The UCP is winding up to make one of the biggest demands ever aimed at Ottawa.
Premier Jason Kenney’s letter to Prime Minister Justin Trudeau might say: “Send Alberta a cheque for $40 billion. We are leaving the Canada Pension Plan.”
For several days now, Kenney and the UCP government have been dropping hints like clanging manhole covers.
And public interest appears to be very high in the prospect of Pexit.
Herald contributor Rob Breakenridge fostered much of the curiosity Tuesday with a thoughtful column on why an Alberta Pension Plan is worth considering.
On Oct. 29, Kenney talked frankly about leaving the Canada Pension Plan and forming an Alberta equivalent, in a Facebook video question and answer session. (The subject starts at 40:45 of the recording.)
“I can certainly tell you that will be one of the issues studied by the panel that I will be appointing to consult with Albertans on fighting for a fair deal in Canada,” Kenney says in the video.
“I believe that a compelling case can be made for such a shift. We want to listen to Albertans on this first, but let me just say that with the youngest population in Canada, we are by far the largest net contributors to the CPP.
“The federal government, against our government’s wishes, is imposing higher CPP payroll taxes which will decrease economic growth and kill jobs, even though with this young Alberta population we do not need and cannot justify our premiums.”
He didn’t note — at least, not this time — that if Alberta quits the national plan, payments from other Canadians would apparently have to rise about 10 per cent to protect benefits.
That number will catch Ottawa’s attention.
In Kenney’s scenario, the pension fund would be administered by the Alberta Investment Management Corporation, AIMCo. He said it’s a successful world-class institutional investor with more than $100 billion under administration ($115 billion, according to the latest AIMCo report).
AIMCo handles almost all public sector plans in Alberta. Last week, the province said it would move teachers, AHS and WCB plans to AIMCo administration.
There is huge uproar over this, even though it’s not unusual for many public pensions to be held under a single investment body.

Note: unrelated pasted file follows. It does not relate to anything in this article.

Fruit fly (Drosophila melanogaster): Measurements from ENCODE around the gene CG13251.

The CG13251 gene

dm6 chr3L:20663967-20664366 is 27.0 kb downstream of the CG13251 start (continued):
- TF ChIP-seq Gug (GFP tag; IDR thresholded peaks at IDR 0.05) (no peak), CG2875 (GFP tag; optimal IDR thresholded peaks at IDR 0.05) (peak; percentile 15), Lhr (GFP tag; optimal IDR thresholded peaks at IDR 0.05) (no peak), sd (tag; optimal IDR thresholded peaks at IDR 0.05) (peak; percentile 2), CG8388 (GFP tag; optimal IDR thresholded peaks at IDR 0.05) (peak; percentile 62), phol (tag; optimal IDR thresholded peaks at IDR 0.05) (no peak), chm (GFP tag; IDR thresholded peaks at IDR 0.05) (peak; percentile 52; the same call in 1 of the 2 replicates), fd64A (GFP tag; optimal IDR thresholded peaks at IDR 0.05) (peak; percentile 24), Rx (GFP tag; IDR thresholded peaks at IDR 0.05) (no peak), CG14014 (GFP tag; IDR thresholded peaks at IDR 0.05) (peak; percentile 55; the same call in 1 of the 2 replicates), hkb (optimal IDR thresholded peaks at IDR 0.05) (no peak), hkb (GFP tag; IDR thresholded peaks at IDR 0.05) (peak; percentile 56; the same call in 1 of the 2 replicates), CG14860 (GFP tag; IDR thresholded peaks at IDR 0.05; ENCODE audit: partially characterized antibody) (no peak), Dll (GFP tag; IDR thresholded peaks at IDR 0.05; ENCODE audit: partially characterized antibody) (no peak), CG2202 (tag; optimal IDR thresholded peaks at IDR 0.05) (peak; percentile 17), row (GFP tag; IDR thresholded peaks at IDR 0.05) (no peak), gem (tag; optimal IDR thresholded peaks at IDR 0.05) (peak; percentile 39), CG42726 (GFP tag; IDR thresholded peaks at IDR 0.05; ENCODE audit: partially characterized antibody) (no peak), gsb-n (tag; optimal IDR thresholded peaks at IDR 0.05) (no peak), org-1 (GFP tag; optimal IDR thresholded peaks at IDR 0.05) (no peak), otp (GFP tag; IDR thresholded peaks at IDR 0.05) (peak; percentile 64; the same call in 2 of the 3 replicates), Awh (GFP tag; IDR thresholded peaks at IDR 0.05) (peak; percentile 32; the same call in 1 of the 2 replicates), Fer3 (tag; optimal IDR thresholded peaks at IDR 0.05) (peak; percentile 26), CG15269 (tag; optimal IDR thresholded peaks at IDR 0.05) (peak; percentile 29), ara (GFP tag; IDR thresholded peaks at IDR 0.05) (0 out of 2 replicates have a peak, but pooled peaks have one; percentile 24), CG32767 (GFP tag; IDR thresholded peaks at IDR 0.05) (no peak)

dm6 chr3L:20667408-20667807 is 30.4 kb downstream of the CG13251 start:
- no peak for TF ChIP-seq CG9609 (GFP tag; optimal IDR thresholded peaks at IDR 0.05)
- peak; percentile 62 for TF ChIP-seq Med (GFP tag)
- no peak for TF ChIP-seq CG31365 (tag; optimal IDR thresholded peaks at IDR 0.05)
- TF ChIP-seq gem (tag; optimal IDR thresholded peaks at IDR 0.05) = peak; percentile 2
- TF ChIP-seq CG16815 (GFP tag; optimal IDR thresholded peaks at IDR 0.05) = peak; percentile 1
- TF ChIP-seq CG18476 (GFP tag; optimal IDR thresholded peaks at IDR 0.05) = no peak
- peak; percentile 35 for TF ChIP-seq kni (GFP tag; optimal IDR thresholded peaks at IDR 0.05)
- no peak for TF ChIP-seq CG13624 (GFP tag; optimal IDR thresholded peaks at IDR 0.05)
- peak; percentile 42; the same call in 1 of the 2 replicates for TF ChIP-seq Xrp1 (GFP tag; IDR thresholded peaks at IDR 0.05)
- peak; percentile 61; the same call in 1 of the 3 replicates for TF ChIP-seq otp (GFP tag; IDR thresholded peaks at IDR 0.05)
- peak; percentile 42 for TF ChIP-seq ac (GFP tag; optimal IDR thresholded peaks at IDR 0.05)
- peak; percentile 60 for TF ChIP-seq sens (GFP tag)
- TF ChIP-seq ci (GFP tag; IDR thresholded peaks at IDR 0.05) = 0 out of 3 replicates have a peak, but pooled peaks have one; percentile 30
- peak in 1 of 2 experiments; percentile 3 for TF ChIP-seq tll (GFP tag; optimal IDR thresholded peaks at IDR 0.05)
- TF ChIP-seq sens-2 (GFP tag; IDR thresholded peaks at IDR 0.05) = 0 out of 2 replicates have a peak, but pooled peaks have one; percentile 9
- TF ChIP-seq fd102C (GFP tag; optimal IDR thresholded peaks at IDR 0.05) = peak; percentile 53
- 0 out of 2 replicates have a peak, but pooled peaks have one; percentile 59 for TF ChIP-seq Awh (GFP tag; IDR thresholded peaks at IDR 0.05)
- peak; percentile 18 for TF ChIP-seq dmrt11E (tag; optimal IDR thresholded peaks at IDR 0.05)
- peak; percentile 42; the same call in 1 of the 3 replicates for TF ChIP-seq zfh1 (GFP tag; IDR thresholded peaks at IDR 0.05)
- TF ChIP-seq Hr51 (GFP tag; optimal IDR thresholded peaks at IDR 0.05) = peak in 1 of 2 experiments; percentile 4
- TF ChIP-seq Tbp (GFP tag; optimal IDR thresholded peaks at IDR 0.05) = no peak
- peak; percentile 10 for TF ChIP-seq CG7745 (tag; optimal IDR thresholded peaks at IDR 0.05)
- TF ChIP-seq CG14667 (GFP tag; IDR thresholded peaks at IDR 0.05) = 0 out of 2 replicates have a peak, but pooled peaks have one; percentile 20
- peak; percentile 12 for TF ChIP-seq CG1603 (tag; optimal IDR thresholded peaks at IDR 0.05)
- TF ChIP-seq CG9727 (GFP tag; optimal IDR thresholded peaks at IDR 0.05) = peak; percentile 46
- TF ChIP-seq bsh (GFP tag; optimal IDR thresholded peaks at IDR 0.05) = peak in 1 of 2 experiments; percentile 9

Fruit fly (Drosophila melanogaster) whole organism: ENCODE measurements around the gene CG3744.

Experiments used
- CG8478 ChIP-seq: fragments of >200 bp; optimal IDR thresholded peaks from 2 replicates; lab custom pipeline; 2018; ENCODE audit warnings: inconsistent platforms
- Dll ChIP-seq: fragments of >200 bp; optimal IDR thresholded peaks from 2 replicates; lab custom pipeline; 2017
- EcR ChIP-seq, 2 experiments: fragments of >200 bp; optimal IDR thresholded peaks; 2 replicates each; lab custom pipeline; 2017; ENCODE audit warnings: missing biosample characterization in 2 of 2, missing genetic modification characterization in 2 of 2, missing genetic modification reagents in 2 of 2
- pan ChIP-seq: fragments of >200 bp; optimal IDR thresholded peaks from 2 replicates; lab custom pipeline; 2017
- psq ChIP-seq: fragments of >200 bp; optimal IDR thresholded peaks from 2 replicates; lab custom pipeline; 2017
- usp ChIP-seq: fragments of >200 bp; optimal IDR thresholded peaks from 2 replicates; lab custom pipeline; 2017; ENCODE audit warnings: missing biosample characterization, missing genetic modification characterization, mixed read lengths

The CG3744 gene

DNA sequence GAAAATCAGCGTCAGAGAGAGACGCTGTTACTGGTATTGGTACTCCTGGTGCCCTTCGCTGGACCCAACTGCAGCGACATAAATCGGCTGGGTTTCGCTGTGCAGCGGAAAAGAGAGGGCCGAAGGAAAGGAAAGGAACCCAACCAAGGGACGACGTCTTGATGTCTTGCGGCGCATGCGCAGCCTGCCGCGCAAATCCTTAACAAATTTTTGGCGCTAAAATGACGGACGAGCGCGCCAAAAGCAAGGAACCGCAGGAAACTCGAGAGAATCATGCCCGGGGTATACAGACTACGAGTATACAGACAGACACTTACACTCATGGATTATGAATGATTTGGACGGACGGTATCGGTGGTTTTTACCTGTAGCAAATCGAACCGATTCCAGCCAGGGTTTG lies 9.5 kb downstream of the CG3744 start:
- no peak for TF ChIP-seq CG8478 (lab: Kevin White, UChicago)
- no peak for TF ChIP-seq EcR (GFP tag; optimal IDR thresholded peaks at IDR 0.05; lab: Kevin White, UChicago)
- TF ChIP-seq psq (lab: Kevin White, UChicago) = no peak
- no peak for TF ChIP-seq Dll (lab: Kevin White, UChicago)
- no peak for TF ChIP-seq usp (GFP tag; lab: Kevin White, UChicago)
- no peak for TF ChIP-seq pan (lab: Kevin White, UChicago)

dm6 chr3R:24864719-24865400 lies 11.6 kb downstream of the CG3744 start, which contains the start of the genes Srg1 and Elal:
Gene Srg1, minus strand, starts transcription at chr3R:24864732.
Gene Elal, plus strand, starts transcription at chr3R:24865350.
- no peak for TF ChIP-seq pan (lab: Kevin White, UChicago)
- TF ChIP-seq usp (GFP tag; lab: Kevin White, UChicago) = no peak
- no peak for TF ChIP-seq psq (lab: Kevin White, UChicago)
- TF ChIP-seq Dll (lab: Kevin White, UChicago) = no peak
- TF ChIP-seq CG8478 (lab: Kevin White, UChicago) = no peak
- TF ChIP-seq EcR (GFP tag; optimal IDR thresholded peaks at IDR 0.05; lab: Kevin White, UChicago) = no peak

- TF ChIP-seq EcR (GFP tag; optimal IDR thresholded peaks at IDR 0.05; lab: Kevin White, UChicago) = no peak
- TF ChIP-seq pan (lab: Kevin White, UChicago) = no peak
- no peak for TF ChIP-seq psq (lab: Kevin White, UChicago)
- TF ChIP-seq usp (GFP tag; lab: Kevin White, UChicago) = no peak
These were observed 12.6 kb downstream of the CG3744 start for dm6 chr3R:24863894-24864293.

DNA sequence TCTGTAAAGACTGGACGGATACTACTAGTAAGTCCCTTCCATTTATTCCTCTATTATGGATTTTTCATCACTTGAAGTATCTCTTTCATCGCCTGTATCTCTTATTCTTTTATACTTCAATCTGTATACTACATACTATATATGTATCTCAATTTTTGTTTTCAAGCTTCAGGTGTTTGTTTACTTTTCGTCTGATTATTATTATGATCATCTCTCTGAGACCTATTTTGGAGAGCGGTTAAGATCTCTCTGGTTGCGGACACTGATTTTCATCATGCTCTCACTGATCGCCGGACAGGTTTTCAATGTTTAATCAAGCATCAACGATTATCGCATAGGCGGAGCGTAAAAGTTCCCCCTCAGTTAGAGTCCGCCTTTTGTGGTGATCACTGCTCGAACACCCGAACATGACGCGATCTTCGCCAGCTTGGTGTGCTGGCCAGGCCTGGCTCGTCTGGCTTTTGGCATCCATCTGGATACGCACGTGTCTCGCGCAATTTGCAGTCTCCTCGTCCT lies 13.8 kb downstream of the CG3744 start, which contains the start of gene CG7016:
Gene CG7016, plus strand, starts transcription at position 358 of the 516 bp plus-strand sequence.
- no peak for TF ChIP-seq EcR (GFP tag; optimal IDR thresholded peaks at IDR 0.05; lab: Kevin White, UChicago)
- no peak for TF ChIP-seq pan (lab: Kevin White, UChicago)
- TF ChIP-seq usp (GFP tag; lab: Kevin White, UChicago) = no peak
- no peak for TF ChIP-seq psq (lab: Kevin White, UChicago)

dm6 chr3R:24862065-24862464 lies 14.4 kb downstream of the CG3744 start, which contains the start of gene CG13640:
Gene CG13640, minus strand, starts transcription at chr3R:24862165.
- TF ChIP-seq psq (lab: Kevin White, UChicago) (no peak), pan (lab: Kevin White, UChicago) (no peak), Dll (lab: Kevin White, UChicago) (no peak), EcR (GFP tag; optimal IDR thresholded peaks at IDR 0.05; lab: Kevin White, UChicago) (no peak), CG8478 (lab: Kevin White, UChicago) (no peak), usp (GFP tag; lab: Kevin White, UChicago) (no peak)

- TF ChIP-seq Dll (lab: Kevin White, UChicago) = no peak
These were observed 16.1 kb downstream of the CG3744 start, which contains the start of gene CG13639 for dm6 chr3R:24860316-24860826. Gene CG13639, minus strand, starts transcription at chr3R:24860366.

Quebec’s mammoth Caisse de Depot has handled public sector plans — and the Quebec Pension Plan itself — going back to 1965.
Kenney said, “I understand there is about $40 billion of Albertans’ premiums under management by Canada Pension Plan Investment Board.
“If we could transfer those assets to be managed securely by AIMCo, that would also help AIMCo be a stronger asset manager that would be able to participate in larger deals . . . to further diversify their investment portfolio and improve returns over time,” he concluded.
With $115 billion in the kitty even before the new plans are moved in, plus a $40-billion payout from Ottawa, AIMCo would be a giant with well over $150 billion under management.
Quebec’s Caisse de Depot administers about $326 billion; the CPP Investment Board itself has $400 billion US.
Alberta would move into a very big league for a jurisdiction with only four million people.
Government officials suggest there could be a strategic advantage for Alberta development. With many lenders shunning oil and gas, AIMCo might buy more stakes in the industry.
But economist Trevor Tombe points out that the first duty of these big institutional investors is to make money, and plenty of it. Decisions made for political reasons deserve to be “a genuine scandal.”
He says that if this idea gets serious, Albertans would deserve a “hard-headed look” at the actuarial numbers.
There would be anxious questions, for sure. Will a person still get all benefits built up during years with CPP? Will payments be higher with an Alberta plan? What happens if a family moves to another province?
One selling point might work like magic: Higher pension payments in Alberta.
Many Albertans want looser ties with the federal system. They favor measures that allow the province can control its destiny, without resorting to separatism.
The Alberta pension idea checks those boxes.
Withdrawing from CPP is a provincial right. It can be exercised without constitutional or legal challenge.
And as Kenney surely knows, Pexit would terrify the federal policy-makers who helped pile misfortune on Alberta.
All within our treasured federal system, of course.
Don Braid’s column appears regularly in the Herald.
Facebook: Don Braid Politics
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